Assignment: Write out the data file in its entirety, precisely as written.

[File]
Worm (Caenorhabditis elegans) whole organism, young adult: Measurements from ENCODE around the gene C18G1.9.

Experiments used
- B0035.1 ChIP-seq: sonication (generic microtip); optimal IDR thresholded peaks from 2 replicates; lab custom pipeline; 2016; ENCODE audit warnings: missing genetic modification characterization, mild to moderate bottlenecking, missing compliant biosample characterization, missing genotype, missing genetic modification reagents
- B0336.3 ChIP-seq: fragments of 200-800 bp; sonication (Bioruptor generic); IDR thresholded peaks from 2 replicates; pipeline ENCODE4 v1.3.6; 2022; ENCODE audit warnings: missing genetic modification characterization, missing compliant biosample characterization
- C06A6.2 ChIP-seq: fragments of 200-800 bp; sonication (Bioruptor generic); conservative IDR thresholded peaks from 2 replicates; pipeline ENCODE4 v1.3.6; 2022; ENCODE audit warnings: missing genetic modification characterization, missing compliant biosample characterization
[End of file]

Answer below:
Worm (Caenorhabditis elegans) whole organism, young adult: Measurements from ENCODE around the gene C18G1.9.

Experiments used
- B0035.1 ChIP-seq: sonication (generic microtip); optimal IDR thresholded peaks from 2 replicates; lab custom pipeline; 2016; ENCODE audit warnings: missing genetic modification characterization, mild to moderate bottlenecking, missing compliant biosample characterization, missing genotype, missing genetic modification reagents
- B0336.3 ChIP-seq: fragments of 200-800 bp; sonication (Bioruptor generic); IDR thresholded peaks from 2 replicates; pipeline ENCODE4 v1.3.6; 2022; ENCODE audit warnings: missing genetic modification characterization, missing compliant biosample characterization
- C06A6.2 ChIP-seq: fragments of 200-800 bp; sonication (Bioruptor generic); conservative IDR thresholded peaks from 2 replicates; pipeline ENCODE4 v1.3.6; 2022; ENCODE audit warnings: missing genetic modification characterization, missing compliant biosample characterization